Eriksson asked the recipients to judge the quality of the research. The mathematicians and physicists were basically unimpressed, but in every other field the inclusion of the equation got the papers a higher ranking, even though it was pointless bullshit -- it just looked more impressive with the complicated math in there. More than 60 percent of the medical researchers, the people trying to save all of our lives, ranked the junk papers as better on the grounds of, "It must be right -- look at all this awesome math shit he's got in there!"
The research by Eriksson (or "Kimmo the number wizard," as he is known in the humanities) is not the only evidence that scientists treat math as some mysterious occult force. Research into ecology and evolution show that papers are 28 percent less likely to be cited for every additional equation per page. It seems that basically everyone that isn't a physicist or engineer treats math with a policy of "run away as quickly as possible."
If we say a study found a "statistically significant" link between the use of feather pillows and brain cancer, what do you think that means? It means the scientist found something that you'd better damned well pay attention to, right?
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Put down your Spirographs and pay attention! Science is talking!
"Statistical significance" is just the fancy name for what happens when you see a relationship between two variables that probably isn't due to random chance. A hell of a lot of scientific research involves investigating relationships in statistics, like whether a certain drug has a correlation with getting cancer, for example. The problem is that, in this context, "significant" doesn't necessarily mean "important." For instance, there is a statistically significant link between ice cream consumption and murder rate. But before you start burning ice cream vans, this is just a confusion between correlation and causation -- ice cream consumption and murder both just happen to increase in the summer.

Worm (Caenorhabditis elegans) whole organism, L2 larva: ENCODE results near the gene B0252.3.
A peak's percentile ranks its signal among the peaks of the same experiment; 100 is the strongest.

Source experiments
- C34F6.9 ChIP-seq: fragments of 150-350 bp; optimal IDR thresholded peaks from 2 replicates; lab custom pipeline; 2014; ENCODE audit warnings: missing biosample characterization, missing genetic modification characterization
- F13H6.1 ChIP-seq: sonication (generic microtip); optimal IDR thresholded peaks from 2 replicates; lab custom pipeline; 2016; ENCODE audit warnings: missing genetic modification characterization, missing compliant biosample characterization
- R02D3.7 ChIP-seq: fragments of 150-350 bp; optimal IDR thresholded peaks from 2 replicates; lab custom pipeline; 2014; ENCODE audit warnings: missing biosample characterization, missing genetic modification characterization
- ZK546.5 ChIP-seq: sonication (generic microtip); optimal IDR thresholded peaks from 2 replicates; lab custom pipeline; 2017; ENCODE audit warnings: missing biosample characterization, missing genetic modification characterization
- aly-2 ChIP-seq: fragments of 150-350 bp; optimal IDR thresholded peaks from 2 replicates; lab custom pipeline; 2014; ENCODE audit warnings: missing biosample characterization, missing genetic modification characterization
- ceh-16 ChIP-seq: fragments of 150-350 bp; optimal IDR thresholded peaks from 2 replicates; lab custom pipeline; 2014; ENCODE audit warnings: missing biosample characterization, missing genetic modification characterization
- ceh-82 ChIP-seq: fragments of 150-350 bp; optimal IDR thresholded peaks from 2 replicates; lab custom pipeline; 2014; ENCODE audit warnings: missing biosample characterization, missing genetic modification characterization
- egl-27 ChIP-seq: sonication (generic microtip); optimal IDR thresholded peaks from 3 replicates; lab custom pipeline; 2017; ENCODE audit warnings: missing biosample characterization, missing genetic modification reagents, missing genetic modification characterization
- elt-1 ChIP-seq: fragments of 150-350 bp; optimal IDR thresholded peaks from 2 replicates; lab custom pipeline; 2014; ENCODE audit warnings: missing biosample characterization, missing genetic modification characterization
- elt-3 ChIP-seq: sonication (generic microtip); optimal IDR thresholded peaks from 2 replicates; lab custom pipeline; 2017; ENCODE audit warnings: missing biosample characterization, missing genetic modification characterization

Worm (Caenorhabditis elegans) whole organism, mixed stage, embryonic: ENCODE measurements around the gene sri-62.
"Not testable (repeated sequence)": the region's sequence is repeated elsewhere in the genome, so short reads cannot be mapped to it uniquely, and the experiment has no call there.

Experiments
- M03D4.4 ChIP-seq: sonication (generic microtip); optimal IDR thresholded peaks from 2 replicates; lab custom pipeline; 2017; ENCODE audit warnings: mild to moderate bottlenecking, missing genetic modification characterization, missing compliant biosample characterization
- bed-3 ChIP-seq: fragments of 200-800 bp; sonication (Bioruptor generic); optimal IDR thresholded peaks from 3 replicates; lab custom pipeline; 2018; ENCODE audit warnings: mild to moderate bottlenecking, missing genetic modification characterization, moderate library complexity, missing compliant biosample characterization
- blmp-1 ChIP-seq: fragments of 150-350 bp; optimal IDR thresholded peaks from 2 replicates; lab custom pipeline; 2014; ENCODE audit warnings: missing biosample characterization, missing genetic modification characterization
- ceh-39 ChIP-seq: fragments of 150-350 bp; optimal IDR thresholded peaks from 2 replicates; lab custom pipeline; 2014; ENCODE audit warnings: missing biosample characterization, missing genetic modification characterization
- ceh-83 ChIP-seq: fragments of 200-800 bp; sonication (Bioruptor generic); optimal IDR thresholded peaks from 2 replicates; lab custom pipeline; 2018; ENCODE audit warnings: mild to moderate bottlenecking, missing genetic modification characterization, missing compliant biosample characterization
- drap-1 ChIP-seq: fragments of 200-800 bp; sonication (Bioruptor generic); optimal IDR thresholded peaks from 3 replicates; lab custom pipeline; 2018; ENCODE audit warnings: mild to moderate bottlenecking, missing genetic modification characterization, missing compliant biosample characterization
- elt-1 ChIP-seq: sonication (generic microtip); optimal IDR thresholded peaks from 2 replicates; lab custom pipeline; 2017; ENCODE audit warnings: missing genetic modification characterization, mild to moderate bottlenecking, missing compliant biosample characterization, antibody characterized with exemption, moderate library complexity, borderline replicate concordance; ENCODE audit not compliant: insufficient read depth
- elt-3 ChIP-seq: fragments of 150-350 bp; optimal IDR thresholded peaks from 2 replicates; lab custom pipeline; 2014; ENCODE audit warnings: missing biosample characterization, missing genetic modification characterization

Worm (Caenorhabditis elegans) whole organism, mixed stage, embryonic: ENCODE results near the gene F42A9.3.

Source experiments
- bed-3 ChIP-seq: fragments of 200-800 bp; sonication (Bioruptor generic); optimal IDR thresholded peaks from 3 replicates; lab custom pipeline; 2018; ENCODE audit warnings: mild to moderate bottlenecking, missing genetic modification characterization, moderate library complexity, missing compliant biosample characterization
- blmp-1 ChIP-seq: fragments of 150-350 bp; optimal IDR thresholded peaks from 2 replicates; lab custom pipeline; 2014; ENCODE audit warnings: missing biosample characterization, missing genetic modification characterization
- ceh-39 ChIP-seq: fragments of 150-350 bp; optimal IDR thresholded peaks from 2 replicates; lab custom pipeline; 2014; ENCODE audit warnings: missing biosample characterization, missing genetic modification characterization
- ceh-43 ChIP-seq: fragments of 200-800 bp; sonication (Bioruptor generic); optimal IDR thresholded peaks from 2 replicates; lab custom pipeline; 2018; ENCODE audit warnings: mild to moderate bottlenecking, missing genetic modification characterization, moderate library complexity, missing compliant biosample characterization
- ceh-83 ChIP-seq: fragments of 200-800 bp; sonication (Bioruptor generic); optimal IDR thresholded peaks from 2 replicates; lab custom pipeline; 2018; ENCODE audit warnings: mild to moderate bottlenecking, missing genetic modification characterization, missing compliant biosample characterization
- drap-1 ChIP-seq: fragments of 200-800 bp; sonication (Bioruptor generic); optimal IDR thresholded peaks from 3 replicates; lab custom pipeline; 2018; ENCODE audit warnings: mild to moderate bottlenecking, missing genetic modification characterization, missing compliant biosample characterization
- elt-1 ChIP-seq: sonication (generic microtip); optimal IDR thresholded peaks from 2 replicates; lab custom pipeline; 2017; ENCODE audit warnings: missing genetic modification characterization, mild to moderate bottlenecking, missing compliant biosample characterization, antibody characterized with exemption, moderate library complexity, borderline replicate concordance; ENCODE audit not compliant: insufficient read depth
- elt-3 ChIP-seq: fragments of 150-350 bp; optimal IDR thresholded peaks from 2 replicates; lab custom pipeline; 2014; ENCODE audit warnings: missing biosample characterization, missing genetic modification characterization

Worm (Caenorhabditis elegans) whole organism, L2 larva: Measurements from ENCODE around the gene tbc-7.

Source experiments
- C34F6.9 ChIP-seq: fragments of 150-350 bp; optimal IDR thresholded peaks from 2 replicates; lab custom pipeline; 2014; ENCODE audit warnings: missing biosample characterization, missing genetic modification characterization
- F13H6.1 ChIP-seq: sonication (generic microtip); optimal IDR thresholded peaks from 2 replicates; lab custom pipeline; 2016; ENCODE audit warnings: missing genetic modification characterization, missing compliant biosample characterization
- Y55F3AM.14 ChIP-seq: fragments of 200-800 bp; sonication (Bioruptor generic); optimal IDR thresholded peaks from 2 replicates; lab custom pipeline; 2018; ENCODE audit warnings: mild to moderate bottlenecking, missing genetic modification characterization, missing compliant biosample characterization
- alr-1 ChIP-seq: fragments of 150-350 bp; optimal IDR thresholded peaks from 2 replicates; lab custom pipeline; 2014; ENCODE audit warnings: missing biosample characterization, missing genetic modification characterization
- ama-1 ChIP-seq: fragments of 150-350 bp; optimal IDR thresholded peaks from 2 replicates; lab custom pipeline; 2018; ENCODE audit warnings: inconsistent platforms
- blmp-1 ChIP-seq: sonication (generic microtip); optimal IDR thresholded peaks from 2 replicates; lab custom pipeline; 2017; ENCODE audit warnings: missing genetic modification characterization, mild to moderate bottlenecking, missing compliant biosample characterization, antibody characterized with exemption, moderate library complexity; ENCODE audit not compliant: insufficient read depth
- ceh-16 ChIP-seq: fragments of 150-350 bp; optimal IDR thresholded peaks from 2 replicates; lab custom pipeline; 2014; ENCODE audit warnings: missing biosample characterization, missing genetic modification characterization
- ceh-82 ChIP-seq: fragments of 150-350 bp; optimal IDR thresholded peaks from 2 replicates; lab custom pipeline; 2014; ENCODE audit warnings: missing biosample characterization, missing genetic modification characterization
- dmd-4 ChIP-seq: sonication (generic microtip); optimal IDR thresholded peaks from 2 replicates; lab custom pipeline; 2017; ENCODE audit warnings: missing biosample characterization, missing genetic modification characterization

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Which both happen to coincide with all the good TV shows going on hiatus.
If you didn't know about how weak a "statistically significant" finding is, then don't worry -- neither do scientists. When they find a link between sleepiness and vitamin D, or whole fruits and decreased risk of type 2 diabetes, they call it "significant" and, more times than not, end up exaggerating the hell out of their claims. The media ends up reporting it inaccurately because the researchers don't include the proper caveats. One statistician took a look and found that "eight or nine of every 10 articles published in the leading journals" make the massive error of equating statistical significance to importance.
As an example, one recently published study purported to have found a link between walnuts and a drop in diabetes risk. How'd they discover that? Well, by tracking a whole bunch of nurses, looking at their walnut consumption, and seeing which ones developed diabetes. To the layperson, and by extension the media, this sounds like a pretty cut-and-dry way of studying the phenomenon. But think about that -- did they look at other factors, like whether people who ate fewer nuts also tended to go home at night and eat a whole tub of butterscotch ice cream? Nope -- they just asked the participants how often they ate walnuts and used the answers as the basis of their conclusions.
Additionally, squirrels generally make for a poor control group.
By the same token, we could investigate the link between Apple products and hipster mustaches to conclude that iPhones somehow stimulate hair growth on the upper lip. Or as this sarcastic study pointed out, that you can statistically prove that listening to certain music makes you younger.
But that just brings us to another point ...